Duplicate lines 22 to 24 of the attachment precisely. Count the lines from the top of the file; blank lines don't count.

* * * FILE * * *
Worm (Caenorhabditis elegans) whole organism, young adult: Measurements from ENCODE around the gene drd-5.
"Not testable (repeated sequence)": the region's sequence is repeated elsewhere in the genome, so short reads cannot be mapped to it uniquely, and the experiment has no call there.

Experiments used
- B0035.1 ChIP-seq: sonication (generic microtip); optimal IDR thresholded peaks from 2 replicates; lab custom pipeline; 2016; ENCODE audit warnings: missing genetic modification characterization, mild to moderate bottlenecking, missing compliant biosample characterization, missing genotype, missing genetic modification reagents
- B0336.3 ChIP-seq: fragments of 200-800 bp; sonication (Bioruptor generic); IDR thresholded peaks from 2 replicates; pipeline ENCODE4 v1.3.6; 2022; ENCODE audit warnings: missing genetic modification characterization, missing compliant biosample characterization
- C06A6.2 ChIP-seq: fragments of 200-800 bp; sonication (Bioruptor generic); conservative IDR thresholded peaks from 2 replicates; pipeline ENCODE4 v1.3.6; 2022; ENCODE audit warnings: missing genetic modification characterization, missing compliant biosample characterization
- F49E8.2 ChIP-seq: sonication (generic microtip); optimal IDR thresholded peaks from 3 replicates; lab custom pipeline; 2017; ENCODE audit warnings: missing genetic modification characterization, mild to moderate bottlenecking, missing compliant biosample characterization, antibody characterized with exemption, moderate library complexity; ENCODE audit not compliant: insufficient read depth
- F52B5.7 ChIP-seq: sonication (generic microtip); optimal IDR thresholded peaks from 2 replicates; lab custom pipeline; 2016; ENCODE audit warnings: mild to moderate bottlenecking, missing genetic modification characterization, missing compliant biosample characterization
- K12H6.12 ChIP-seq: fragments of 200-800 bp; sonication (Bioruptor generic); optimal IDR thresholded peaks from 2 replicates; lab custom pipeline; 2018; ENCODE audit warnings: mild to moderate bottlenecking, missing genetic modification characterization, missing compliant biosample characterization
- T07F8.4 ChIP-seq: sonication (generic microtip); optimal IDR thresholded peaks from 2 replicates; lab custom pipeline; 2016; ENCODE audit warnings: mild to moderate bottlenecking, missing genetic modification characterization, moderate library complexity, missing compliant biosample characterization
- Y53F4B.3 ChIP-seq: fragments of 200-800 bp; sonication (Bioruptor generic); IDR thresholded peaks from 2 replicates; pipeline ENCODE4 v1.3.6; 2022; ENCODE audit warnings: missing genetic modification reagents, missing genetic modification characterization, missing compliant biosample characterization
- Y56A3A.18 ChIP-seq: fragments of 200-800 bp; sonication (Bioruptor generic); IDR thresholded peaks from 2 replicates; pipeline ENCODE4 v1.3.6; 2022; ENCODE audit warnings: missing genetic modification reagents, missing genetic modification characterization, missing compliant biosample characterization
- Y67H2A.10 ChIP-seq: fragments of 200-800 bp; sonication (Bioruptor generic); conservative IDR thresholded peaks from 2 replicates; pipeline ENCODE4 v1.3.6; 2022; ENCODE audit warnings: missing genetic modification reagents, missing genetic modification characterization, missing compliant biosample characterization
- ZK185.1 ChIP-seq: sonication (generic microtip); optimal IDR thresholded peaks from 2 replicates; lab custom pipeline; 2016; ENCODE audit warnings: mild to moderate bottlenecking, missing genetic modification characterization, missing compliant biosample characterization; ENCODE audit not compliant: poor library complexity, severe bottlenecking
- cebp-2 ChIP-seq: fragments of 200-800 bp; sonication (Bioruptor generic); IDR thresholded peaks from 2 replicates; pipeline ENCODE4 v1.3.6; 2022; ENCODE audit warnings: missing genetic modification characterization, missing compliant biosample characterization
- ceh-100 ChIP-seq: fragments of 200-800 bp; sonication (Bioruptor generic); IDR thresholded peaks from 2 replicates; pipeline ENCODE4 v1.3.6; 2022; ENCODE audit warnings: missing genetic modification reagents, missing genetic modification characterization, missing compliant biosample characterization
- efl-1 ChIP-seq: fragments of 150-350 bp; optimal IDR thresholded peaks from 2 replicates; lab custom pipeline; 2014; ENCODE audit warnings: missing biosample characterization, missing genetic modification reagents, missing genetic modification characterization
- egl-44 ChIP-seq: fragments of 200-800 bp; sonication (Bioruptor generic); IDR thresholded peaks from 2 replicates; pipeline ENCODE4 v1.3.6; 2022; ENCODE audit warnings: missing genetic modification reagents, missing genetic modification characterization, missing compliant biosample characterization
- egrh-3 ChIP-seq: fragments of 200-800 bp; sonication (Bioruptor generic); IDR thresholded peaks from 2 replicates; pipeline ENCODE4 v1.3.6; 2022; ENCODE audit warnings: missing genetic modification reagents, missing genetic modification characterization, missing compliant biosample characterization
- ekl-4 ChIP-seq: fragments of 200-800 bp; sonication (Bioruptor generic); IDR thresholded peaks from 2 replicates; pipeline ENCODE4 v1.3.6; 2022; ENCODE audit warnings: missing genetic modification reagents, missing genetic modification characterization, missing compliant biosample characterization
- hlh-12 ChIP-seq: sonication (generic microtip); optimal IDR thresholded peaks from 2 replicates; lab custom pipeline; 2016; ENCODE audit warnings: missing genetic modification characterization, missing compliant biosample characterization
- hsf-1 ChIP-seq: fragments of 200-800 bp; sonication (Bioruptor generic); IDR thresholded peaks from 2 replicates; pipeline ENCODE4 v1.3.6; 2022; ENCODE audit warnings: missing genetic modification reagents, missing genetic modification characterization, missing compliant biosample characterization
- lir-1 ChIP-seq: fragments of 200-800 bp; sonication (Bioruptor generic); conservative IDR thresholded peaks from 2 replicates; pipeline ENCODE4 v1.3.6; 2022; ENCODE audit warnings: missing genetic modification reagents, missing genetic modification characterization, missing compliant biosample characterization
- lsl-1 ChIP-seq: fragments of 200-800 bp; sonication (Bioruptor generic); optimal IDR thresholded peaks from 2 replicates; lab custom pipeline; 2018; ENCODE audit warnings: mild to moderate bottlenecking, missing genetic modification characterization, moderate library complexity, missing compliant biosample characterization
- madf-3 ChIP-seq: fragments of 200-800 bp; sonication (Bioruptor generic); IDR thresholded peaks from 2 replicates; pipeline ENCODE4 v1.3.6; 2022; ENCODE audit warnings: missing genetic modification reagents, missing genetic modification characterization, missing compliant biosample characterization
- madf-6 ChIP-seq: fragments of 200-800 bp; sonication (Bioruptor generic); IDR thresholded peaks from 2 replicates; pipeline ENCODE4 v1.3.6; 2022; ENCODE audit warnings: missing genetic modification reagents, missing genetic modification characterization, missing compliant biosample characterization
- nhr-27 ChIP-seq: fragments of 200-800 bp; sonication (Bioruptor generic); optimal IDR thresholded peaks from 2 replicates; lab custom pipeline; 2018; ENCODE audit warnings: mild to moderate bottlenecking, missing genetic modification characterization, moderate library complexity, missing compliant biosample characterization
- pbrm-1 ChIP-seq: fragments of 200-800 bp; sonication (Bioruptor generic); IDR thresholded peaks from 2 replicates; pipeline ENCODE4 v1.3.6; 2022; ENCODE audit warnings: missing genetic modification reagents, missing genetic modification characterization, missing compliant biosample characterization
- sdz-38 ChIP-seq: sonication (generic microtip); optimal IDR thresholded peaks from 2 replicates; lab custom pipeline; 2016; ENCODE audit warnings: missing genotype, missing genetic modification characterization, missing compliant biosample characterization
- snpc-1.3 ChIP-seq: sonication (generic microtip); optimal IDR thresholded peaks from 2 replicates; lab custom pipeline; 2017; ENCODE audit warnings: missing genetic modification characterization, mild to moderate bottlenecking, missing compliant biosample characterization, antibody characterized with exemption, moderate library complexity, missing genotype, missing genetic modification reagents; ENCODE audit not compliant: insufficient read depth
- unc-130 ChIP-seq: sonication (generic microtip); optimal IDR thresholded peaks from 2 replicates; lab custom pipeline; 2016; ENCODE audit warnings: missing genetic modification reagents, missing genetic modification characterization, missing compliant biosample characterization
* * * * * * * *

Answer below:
- hsf-1 ChIP-seq: fragments of 200-800 bp; sonication (Bioruptor generic); IDR thresholded peaks from 2 replicates; pipeline ENCODE4 v1.3.6; 2022; ENCODE audit warnings: missing genetic modification reagents, missing genetic modification characterization, missing compliant biosample characterization
- lir-1 ChIP-seq: fragments of 200-800 bp; sonication (Bioruptor generic); conservative IDR thresholded peaks from 2 replicates; pipeline ENCODE4 v1.3.6; 2022; ENCODE audit warnings: missing genetic modification reagents, missing genetic modification characterization, missing compliant biosample characterization
- lsl-1 ChIP-seq: fragments of 200-800 bp; sonication (Bioruptor generic); optimal IDR thresholded peaks from 2 replicates; lab custom pipeline; 2018; ENCODE audit warnings: mild to moderate bottlenecking, missing genetic modification characterization, moderate library complexity, missing compliant biosample characterization